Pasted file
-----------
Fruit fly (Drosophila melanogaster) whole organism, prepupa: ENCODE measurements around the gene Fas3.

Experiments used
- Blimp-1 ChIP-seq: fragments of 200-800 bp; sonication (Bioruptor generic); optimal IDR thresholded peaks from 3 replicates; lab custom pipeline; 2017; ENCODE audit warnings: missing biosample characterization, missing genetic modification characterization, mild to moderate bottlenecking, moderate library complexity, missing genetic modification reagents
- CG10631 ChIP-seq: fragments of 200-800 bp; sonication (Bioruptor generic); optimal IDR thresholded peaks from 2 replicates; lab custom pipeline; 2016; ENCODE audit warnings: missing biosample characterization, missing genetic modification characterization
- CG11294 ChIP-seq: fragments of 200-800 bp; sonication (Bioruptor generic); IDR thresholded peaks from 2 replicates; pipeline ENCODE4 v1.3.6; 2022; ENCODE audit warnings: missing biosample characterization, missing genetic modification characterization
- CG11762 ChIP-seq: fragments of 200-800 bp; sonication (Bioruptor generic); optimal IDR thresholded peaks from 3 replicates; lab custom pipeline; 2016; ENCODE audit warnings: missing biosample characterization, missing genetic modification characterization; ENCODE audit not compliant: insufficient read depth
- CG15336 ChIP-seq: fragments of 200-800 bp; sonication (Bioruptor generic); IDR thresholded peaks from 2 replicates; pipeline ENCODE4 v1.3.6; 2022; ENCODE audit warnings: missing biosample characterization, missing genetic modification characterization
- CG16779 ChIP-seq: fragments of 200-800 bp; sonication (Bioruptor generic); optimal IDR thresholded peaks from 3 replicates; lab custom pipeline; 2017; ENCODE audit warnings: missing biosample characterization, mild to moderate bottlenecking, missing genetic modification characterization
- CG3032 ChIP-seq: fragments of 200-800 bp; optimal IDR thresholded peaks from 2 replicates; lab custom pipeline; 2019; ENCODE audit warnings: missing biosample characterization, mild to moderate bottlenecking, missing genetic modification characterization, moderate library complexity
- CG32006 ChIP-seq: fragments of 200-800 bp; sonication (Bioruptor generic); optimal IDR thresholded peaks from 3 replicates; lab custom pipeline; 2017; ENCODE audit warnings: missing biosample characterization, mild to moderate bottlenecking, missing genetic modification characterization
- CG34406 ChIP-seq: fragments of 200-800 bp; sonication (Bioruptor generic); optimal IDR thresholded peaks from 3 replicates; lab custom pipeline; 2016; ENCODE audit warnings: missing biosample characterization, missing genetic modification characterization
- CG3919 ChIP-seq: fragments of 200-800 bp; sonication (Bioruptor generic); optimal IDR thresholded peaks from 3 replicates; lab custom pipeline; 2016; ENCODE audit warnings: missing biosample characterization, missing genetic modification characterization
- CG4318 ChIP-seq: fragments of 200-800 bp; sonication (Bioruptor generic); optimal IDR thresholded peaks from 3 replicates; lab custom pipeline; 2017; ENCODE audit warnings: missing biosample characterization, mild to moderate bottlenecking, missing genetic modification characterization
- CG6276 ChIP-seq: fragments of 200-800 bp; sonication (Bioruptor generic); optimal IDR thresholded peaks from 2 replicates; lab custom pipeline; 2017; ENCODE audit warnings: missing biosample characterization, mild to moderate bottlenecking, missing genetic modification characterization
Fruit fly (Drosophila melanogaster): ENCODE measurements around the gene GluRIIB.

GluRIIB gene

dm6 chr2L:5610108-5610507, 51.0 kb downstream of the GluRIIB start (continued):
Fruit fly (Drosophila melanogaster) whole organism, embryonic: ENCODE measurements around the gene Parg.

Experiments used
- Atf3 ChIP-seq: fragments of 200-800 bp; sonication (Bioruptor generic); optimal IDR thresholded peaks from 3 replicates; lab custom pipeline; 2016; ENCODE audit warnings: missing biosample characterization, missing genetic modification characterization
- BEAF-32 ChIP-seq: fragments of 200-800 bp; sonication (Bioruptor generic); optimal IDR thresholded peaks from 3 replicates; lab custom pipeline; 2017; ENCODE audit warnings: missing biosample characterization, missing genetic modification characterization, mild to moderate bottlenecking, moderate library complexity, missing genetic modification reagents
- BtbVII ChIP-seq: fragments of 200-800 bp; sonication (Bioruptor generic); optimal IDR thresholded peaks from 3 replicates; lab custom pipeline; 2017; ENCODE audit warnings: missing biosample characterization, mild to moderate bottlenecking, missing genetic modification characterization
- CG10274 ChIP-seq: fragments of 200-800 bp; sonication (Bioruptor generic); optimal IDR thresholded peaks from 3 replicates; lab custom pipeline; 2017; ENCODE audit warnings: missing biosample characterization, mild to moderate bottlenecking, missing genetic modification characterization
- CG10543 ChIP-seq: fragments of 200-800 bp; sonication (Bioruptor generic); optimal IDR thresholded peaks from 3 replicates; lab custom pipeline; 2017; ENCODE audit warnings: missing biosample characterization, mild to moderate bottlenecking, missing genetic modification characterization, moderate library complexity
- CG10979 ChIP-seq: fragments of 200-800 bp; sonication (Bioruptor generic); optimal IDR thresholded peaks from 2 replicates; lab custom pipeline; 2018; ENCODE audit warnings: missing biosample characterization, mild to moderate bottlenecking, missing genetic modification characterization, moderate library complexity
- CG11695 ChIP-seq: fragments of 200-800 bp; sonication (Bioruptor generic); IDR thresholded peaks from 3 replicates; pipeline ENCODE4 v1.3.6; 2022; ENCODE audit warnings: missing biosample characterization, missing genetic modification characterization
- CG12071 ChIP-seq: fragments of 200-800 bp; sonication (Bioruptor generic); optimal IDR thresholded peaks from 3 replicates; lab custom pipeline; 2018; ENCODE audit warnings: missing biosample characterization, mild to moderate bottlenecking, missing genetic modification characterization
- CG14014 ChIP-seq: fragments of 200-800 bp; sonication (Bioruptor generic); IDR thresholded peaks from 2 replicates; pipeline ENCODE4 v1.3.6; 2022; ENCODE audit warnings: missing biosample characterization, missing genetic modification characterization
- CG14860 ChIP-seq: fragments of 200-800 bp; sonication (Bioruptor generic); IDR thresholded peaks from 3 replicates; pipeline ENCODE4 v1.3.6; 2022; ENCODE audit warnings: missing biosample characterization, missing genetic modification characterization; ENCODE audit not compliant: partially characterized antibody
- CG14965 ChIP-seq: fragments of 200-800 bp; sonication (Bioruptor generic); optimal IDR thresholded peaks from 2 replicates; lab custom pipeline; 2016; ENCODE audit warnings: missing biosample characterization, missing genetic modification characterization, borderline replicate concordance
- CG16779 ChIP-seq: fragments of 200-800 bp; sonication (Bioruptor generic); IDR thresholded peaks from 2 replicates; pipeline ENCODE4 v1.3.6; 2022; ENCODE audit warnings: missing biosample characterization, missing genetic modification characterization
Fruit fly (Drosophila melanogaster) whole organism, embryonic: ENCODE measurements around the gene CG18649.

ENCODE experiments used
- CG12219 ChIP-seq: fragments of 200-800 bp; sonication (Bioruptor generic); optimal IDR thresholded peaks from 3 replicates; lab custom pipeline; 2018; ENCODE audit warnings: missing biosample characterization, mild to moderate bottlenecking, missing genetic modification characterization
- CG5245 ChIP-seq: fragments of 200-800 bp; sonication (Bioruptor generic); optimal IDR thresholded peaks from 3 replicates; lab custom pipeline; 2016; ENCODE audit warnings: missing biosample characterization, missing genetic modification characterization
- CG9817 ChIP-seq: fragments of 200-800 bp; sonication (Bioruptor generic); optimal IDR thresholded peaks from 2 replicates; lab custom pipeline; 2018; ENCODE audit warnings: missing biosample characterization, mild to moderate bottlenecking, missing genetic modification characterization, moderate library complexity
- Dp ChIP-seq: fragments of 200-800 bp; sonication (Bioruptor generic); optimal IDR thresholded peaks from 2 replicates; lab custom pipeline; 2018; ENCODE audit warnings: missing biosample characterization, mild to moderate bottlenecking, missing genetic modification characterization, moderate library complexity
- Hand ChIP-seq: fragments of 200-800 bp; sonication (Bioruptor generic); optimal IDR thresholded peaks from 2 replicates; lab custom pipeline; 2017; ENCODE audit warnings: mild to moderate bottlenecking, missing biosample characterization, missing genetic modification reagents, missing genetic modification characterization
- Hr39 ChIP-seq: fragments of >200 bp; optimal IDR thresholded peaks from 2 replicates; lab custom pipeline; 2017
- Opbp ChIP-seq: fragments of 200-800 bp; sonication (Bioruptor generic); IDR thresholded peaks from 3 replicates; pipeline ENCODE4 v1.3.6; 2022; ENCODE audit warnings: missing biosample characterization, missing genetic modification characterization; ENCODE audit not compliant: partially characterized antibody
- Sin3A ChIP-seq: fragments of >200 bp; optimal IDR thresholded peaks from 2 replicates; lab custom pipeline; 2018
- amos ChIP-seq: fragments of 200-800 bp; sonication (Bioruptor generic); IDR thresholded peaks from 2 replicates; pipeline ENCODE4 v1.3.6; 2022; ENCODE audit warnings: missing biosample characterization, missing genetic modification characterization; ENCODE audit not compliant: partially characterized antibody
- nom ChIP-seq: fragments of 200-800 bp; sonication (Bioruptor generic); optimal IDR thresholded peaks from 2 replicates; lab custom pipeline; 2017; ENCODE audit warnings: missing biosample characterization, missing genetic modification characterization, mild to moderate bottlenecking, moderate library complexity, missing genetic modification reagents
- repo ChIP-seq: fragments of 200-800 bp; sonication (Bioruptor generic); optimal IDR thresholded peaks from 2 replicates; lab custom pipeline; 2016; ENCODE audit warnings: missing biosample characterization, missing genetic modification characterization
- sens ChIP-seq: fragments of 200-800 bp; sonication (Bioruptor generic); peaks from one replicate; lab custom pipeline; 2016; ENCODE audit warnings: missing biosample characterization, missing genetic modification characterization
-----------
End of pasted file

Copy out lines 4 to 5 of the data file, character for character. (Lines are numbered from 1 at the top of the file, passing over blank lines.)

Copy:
- CG10631 ChIP-seq: fragments of 200-800 bp; sonication (Bioruptor generic); optimal IDR thresholded peaks from 2 replicates; lab custom pipeline; 2016; ENCODE audit warnings: missing biosample characterization, missing genetic modification characterization
- CG11294 ChIP-seq: fragments of 200-800 bp; sonication (Bioruptor generic); IDR thresholded peaks from 2 replicates; pipeline ENCODE4 v1.3.6; 2022; ENCODE audit warnings: missing biosample characterization, missing genetic modification characterization